Starkey makes it plain that the bulk of the work over the centuries, certainly the bulk of the enthusiasm, has come from amateurs rather than academics. We should not forget how, until the 1930s, the Society was virtually the sole institution to fund excavations on any scale. By now, many of the antiquary’s interests have been divided and subdivided into new specialisms. The study of human skeletons has been repeatedly renamed, first as physical anthropology, then human osteology, biological anthropology, osteoarchaeology and, most recently, human bioarcheology. Even as these disciplines multiply and spawn increasingly recondite technologies, the popular enthusiasm for the past remains undiminished. Animal, Vegetable, Mineral?, Chronicle and Timewatch became some of the longest-lasting TV shows and Glyn Daniel, Mortimer Wheeler, Magnus Magnusson among the medium’s most enduring stars. In the RA show, there is film footage of Wheeler’s excavations at Maiden Castle and of early attempts to recreate the transport of the blue stones from the Preseli mountains to Salisbury Plain. None of these heavings has had any more success than Icarus had, the last such big stone coming to rest in the National Botanic Garden of Wales, having gone only a fraction of the distance.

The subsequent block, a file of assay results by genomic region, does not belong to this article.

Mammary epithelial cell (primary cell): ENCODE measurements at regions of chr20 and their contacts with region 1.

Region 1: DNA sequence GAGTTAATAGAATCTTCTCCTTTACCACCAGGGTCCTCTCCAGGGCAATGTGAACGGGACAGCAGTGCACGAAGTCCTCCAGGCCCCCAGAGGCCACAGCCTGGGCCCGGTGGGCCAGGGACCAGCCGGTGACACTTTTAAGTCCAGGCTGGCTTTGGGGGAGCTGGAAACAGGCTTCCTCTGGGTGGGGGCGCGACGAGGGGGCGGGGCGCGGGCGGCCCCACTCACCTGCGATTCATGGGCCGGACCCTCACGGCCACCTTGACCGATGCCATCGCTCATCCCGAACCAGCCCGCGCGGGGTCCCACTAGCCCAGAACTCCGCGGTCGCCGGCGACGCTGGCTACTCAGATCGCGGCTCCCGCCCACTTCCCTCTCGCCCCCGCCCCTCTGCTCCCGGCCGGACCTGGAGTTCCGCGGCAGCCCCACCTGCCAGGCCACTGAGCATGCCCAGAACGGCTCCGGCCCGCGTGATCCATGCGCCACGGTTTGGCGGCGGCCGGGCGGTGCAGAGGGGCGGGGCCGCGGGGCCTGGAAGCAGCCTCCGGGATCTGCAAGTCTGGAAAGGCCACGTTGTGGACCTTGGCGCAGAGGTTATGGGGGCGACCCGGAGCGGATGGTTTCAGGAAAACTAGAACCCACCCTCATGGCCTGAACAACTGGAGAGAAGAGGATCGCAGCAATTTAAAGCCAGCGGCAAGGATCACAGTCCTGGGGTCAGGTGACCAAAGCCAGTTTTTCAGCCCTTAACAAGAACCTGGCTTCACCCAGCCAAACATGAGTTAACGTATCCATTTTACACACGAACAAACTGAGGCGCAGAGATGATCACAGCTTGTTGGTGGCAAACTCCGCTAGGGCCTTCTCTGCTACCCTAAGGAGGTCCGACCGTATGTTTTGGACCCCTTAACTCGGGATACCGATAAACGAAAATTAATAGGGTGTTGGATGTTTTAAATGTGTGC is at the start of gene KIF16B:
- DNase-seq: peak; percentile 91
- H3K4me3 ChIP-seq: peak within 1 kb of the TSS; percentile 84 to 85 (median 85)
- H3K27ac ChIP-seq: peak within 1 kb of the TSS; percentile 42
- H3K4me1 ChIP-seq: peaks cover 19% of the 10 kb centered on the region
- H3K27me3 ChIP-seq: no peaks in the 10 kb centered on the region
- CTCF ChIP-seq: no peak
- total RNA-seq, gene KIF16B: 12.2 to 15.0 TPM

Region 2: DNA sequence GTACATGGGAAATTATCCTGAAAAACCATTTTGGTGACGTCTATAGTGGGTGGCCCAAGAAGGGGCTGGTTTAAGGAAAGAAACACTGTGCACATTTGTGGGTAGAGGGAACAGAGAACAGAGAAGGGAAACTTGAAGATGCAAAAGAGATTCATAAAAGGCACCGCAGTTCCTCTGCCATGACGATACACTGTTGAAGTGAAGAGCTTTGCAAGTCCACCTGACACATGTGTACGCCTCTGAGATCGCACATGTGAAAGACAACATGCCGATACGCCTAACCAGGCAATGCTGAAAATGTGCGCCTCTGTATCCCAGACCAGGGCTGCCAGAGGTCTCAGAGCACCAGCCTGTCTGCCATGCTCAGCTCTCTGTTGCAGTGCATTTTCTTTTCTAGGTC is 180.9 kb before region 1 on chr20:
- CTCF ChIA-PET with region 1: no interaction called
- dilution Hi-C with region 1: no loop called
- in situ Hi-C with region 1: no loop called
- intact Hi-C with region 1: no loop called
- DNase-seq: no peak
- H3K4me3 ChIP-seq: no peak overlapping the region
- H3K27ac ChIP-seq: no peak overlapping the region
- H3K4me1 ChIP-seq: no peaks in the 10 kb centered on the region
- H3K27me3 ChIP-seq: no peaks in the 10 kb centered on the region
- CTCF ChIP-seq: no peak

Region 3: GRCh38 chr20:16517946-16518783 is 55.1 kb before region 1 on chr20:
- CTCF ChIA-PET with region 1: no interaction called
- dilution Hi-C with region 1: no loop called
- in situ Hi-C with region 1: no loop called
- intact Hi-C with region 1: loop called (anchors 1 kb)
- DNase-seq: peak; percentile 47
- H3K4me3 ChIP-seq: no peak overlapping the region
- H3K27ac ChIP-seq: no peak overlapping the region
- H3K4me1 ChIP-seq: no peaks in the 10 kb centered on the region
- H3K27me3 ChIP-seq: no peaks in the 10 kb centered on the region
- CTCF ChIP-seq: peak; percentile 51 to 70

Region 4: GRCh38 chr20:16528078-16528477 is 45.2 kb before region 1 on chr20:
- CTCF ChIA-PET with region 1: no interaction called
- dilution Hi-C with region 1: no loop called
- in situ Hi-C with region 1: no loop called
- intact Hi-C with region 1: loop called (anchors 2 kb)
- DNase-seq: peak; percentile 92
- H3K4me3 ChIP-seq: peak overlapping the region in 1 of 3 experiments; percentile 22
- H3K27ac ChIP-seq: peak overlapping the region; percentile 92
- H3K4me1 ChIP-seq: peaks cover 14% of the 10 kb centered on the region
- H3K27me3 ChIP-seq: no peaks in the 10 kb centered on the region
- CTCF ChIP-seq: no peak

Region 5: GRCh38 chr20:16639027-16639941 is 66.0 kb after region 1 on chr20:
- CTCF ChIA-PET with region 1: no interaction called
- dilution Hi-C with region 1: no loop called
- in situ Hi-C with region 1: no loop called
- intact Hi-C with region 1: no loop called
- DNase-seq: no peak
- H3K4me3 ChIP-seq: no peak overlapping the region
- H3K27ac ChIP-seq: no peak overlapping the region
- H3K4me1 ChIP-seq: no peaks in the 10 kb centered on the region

If the exhibition has a gap, it is in the natural bias of national organizations to undervalue the local. County organizations of archaeologists and antiquaries get only a walk-on part. Yet their contribution both to preservation and knowledge has often been formidable. The Wiltshire Archaeological Society, for example, founded what is now the Wiltshire Heritage Museum at Devizes and bought Colt Hoare’s collection, from which it has lent the exhibition items from the Golden Barrow at Upton Lovell. Papers published by such societies may vary between the scholarly and the fantastical, but then this eclectic openness is the virtue of their defect. The Woolhope Club, the Herefordshire society which covers natural history and geology as well as history, architecture and archaeology, has included among its members Roderick Murchison, the investigator of early Palaeozoic rock formation, George Bentham the botanist, and the brewer-miller Alfred Watkins, pioneer photographer and inventor of the first profitable pocket calculator, but who is best remembered as the pioneer of ley-line theory and the author of The Old Straight Track. Where else could one find in the same room practitioners of the hardest science and of the most engaging fancy? It is in these obscure transactions that you can still recapture something of the old unity and uncertainty of human inquiry. Or, as a short cut, you can go to Making History.